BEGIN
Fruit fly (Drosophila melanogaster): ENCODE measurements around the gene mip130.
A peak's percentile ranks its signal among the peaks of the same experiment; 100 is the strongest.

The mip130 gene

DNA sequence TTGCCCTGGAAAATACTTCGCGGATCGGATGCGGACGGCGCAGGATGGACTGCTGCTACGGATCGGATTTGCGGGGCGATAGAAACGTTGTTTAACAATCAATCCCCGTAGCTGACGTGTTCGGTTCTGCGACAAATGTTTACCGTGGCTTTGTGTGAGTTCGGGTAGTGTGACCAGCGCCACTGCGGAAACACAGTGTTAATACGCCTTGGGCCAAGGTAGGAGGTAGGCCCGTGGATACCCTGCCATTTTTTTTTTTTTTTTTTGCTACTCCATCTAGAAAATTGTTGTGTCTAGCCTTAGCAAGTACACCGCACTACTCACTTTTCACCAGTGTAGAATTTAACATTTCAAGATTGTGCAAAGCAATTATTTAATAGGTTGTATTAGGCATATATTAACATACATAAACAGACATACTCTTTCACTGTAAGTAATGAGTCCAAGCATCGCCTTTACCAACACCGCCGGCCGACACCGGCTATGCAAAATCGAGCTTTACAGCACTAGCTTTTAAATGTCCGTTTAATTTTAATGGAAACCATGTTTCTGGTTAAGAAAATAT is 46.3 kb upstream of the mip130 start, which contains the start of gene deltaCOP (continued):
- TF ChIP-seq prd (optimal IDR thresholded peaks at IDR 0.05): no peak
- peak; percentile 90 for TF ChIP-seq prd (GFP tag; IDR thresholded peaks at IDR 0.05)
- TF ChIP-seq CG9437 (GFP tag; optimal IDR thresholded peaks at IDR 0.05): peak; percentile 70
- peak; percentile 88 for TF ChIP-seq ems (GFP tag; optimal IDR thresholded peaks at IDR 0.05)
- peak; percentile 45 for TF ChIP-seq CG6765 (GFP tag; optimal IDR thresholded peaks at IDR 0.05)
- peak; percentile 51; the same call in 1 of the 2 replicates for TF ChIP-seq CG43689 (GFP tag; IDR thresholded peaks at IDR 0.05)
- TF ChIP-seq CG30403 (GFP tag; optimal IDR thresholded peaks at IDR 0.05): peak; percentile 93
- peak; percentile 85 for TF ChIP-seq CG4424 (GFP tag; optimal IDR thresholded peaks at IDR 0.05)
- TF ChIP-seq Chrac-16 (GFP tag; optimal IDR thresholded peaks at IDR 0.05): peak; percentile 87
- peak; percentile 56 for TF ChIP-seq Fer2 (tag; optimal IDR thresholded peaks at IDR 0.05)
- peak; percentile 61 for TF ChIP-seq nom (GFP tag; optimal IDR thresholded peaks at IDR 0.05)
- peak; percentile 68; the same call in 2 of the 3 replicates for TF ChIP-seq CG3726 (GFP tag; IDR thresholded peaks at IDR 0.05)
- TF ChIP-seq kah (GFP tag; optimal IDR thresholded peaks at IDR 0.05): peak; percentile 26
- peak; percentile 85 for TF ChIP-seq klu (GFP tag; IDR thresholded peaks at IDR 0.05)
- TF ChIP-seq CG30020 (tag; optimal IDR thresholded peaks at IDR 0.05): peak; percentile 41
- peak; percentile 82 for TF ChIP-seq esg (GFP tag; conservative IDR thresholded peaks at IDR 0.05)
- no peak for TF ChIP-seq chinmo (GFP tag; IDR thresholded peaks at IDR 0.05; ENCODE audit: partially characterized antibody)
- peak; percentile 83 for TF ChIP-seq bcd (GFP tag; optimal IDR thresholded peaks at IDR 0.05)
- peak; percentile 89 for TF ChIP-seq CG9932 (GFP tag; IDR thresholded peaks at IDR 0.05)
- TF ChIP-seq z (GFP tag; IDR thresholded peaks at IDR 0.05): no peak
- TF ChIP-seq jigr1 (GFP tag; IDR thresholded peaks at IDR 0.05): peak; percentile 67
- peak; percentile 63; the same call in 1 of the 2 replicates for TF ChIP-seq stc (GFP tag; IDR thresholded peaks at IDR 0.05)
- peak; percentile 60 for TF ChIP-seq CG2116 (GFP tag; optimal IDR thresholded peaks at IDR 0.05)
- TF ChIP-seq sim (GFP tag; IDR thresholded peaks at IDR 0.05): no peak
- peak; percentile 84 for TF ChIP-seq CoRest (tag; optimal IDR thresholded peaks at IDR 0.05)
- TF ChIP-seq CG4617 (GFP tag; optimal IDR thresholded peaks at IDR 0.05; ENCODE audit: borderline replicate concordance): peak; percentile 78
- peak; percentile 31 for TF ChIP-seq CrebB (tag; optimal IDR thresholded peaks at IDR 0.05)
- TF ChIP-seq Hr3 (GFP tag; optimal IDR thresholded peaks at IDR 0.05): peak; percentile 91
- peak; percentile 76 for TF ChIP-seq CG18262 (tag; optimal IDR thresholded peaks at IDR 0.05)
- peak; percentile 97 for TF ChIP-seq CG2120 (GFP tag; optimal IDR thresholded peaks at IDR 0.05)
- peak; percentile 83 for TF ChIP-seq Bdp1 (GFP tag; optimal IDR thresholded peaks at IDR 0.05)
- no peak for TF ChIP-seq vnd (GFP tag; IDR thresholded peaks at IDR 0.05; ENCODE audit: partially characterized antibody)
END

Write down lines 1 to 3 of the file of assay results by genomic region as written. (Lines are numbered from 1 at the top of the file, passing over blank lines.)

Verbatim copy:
Fruit fly (Drosophila melanogaster): ENCODE measurements around the gene mip130.
A peak's percentile ranks its signal among the peaks of the same experiment; 100 is the strongest.

The mip130 gene